Advocacy Spotlight – the Vermont Trails and Greenways Council

Bear Cieri

‘Advocacy’ can be a pretty nebulous term, despite it being one of the primary activities of the VMBA Office. While it broadly refers to our efforts to preserve and expand access to trail-based recreation and secure the sustainable future of mountain biking in Vermont. More specifically, VMBA’s advocacy work involves various activities, such as raising awareness on specific issues, lobbying decision-makers, and mobilizing public support. One of the most vital institutions through which much of VMBA’s advocacy efforts are conducted is the Vermont Trails & Greenways Council.

What is the Vermont Trails & Greenways Council?

The Vermont Trails & Greenways Council, or ‘VTGC,’ was established in 1989 as a collective voice for trail stewardship organizations in Vermont. Since then, membership in the Council has grown to include community groups, local businesses, municipalities, and public land management agencies. In 1993, the VTGC was recognized in Vermont statute as an official advisory group to the Agency of Natural Resources that ‘shall advise’ on all matters related to recreational trails. In that capacity, the Council works very closely with Vermont Forests, Parks, & Recreation (FPR) to inform policy, guide legislation, and manage the collection of trails in Vermont officially designated for public access (known as the Vermont Trails System).

What makes the VTGC unique … and important

The VTGC counts over 50 members, who collectively represent 50,000+ individual members and steward close to 8,000 miles of trails. From the Vermont Association of Snow Travelers (VAST) to the Green Mountain Club, from The Vermont ATV Sportsman’s Association (VASA) to the Catamount Trail Association (CTA), VTGC members steward the 70% of public trails that are graciously hosted by private landowners. This broad coalition of organizations and its collective reach gives the VTGC a strong voice in the statehouse and beyond, and allows it to meaningfully influence activities that affect all of us who value sustainable outdoor recreation.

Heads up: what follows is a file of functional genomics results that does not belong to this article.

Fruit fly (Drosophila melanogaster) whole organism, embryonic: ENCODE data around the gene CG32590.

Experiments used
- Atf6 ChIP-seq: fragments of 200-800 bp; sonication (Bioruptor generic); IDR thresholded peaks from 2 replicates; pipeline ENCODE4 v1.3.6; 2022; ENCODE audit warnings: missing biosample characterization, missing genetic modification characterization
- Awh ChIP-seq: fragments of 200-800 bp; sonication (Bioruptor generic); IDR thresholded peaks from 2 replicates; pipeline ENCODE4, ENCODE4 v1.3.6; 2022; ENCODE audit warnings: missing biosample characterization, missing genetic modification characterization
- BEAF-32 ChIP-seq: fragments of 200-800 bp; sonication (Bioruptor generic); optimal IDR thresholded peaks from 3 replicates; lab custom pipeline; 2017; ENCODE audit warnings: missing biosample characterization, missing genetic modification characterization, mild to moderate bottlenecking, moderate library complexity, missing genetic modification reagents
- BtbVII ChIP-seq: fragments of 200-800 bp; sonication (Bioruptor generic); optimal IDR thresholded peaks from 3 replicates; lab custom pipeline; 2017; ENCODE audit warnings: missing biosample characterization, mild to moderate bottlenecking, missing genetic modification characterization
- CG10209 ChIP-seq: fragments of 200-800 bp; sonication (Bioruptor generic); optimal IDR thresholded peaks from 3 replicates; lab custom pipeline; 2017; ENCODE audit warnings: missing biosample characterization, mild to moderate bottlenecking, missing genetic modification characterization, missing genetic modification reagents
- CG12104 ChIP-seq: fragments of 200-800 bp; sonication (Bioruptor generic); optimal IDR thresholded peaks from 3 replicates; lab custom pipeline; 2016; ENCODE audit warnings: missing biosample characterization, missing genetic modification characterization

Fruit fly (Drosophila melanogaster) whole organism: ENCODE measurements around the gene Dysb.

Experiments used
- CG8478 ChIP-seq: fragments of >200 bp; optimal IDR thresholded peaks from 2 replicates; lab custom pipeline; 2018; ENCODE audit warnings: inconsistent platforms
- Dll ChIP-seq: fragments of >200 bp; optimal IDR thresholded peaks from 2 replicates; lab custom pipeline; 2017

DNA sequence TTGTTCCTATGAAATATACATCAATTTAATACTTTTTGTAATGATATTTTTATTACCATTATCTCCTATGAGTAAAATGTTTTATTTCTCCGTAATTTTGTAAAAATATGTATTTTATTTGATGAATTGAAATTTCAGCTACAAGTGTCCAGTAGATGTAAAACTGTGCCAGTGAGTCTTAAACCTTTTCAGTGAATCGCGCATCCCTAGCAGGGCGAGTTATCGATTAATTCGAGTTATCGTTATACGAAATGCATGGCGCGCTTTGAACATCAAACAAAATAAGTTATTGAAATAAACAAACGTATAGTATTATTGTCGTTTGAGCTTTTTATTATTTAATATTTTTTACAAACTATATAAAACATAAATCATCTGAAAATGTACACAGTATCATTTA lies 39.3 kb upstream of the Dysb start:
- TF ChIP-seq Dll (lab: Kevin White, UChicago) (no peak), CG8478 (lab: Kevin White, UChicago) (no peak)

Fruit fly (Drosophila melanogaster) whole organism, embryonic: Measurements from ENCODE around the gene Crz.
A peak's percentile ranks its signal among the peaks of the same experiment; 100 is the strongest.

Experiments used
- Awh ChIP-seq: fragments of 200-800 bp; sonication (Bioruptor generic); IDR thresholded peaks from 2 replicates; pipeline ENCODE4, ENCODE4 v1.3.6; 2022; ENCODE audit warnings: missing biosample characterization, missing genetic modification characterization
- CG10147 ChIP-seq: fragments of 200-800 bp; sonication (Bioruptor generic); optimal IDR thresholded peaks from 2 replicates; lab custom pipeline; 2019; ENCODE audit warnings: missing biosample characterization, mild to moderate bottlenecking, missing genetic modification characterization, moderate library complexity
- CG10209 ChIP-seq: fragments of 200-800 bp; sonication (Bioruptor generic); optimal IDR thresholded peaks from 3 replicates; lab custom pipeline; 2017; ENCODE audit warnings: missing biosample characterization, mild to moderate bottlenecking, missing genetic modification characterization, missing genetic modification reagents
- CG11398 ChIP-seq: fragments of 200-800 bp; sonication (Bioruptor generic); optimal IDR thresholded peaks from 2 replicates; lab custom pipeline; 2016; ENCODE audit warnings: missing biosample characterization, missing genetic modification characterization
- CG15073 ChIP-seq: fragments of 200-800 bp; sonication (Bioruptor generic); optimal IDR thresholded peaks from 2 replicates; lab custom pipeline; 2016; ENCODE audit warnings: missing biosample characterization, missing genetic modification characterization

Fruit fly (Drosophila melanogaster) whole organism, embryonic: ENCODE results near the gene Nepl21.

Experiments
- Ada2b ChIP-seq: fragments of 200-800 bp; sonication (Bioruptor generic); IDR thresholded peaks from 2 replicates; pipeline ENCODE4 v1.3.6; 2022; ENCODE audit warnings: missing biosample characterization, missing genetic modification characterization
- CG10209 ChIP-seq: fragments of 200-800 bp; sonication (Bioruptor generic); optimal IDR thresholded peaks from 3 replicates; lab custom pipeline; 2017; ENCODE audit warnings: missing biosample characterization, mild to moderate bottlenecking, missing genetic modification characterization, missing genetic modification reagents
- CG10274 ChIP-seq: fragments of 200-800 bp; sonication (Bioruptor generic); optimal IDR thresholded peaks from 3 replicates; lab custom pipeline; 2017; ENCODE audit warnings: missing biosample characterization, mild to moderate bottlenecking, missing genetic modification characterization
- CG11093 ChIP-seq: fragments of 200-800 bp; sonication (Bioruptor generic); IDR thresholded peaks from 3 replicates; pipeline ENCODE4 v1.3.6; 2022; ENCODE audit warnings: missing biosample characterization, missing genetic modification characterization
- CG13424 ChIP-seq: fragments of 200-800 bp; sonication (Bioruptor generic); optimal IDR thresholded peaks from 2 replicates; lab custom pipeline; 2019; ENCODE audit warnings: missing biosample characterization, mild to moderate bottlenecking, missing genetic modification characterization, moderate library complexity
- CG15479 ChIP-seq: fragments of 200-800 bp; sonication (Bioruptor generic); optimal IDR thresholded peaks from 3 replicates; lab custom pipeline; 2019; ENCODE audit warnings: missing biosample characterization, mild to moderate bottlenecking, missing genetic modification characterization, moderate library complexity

Who leads the Council, and how is it run?

The members of the VTGC annually elect a Board of Directors to effectively carry out the Council’s work. Presently, the 12-person Board includes leadership from trail stewardship organizations – including those noted above – as well as community, individual, and commercial representatives. VMBA currently Co-Chairs the Board and has been particularly active in helping advance the Council’s legislative priorities and fulfill its statutory role. As you might imagine, VMBA’s long-term advocacy goals are closely aligned with the Council’s, including an appropriate alternative to Act 250 for trails and incentives for private landowners who host public-access recreational, alongside nearer-term objectives like increased public funding for trail stewardship.

If you are interested in learning more, you can check out VMBA’s Executive Director, Nick Bennette, recent testimony with the House Committee on Agriculture and Forestry. He provided an overview of the Council and walked through some of the significant challenges & opportunities facing trail-based recreation. The Committee had some great questions, and we expect to see important legislation affecting recreation this session – stay tuned on that front.

You can also find out more information about the Council’s history, role, and membership at

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